Oracle Announces Release of Java Development Kit 8, Update 40
Continues to Invest in World’s Leading Programming Language to Deliver Foundation for Today’s Modern Technologies
Redwood Shores, Calif. – March 3, 2015 – Demonstrating its continued investment in the world’s #1 programming language, Oracle today announced the release of the Java Development Kit (JDK) 8, Update 40 (JDK 8u40). From small devices to smart cities, Java powers solutions like no other technology. As such, Oracle is committed to working closely with key partners in the Java ecosystem to continually modernize and deliver new innovations to the Java Platform. This latest release of Oracle’s implementation of Java SE, JDK 8u40, brings improvements to performance, scalability and administration, making it easier for Java developers, partners and IT decision makers to innovate faster in a simple, easy manner and improve application services. The release also includes new updates to JavaFX. Full release notes can be found here.
“The proliferation of mobile devices and the Internet of Things has led to an increasingly connected world, but none of this would be possible without underlying foundational technology like Java,” said Georges Saab, vice president of development, Java Platform at Oracle. “With these updates to JDK 8, we continue to usher in the next era of Java to enable developers and enterprises alike to cement Java’s role as the backbone of today’s and tomorrow’s revolutionary business solutions.”
Rapid Adoption, Continued Java SE Innovation
Since its launch last year, Java SE 8 has achieved record adoption rates. Overall, adoption is up significantly compared to the same post-launch time period for Java SE 7. Continuing to deliver significant enhancements to the platform, the latest release introduces the following features and benefits:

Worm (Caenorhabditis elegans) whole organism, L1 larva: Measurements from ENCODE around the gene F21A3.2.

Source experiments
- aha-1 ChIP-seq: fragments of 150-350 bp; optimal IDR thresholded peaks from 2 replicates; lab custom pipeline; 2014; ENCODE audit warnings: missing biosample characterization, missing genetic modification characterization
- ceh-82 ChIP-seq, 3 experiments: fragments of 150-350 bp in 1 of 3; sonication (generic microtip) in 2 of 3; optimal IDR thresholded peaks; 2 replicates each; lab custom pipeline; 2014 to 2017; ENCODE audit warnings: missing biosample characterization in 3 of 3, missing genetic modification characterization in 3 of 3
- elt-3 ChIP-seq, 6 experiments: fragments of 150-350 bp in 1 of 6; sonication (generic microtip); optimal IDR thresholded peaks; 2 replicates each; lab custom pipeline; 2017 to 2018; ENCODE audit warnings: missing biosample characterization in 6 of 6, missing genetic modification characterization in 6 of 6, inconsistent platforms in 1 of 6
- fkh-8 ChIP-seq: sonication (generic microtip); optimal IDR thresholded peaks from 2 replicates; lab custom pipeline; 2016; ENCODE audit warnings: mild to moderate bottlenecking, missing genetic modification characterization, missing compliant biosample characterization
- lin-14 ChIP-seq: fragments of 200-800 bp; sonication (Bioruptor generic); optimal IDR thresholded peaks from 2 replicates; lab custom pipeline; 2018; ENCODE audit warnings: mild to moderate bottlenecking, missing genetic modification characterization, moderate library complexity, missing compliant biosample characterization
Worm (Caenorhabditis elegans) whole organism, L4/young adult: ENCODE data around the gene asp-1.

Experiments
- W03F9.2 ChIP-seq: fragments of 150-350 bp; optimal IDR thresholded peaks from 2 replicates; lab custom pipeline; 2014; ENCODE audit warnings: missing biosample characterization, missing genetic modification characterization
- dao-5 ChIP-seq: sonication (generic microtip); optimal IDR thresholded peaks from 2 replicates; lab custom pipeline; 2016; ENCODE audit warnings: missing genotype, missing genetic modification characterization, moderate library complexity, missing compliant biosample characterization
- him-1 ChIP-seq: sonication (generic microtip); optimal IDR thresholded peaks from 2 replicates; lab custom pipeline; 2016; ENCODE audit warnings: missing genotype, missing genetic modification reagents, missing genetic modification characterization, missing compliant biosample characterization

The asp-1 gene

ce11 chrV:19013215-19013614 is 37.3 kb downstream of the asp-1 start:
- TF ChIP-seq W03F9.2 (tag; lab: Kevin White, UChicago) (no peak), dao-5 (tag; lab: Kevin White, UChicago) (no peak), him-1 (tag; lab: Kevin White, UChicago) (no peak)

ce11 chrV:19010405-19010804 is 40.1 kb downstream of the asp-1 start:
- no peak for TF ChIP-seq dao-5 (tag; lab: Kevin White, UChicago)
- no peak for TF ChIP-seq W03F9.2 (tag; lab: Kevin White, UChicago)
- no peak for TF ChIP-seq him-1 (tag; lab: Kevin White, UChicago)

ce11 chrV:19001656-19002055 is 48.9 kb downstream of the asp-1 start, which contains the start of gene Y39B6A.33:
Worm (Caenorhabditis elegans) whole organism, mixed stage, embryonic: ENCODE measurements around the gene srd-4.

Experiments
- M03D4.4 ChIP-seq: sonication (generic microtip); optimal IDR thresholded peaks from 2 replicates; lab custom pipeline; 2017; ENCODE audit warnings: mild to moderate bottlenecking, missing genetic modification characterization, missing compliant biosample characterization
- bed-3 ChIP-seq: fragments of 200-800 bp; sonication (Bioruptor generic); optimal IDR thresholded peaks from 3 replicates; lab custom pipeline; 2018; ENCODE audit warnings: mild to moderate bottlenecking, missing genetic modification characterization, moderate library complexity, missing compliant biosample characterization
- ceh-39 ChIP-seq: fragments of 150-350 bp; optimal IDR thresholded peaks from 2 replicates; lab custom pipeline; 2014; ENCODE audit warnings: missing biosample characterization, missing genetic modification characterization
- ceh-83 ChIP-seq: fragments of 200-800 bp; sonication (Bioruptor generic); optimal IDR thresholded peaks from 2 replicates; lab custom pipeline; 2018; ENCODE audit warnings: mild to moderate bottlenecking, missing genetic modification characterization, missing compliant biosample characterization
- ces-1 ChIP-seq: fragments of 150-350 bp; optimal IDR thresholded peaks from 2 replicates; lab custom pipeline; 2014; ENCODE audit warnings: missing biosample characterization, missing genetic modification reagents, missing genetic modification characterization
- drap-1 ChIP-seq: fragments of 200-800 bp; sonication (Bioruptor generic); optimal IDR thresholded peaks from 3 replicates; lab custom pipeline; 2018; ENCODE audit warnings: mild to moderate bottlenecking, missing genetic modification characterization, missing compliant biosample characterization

G1 enhancements (JEP156): Limits the likelihood of long pauses while the system frees resources. G1 reliance on full Garbage Collections to perform class unloading or any other critical operations has been reduced. This is achieved by enabling class unloading to occur at the end of concurrent marking cycles.
Dynamic Enablement of Java Flight Recorder (JFR): Simplifying usability for Oracle Java SE Advanced users, JFR can now be dynamically enabled from the command line or Java Mission Control (JMC), regardless of the original start-up parameters. Previously this could only be done with a stop and restart with the proper instructions from the command line. Dynamic enablement of JFR enables users to resolve production problems without requiring a stop, which may impact SLAs and cause disruptions to the end-user experience.
Improvements to the native packager: Enables developers to create native-feel applications that do not require clients to have an existing Java Runtime installed. These self-contained applications can then be deployed into areas like the Mac app store. The application developer has full control over the runtime and application entry points.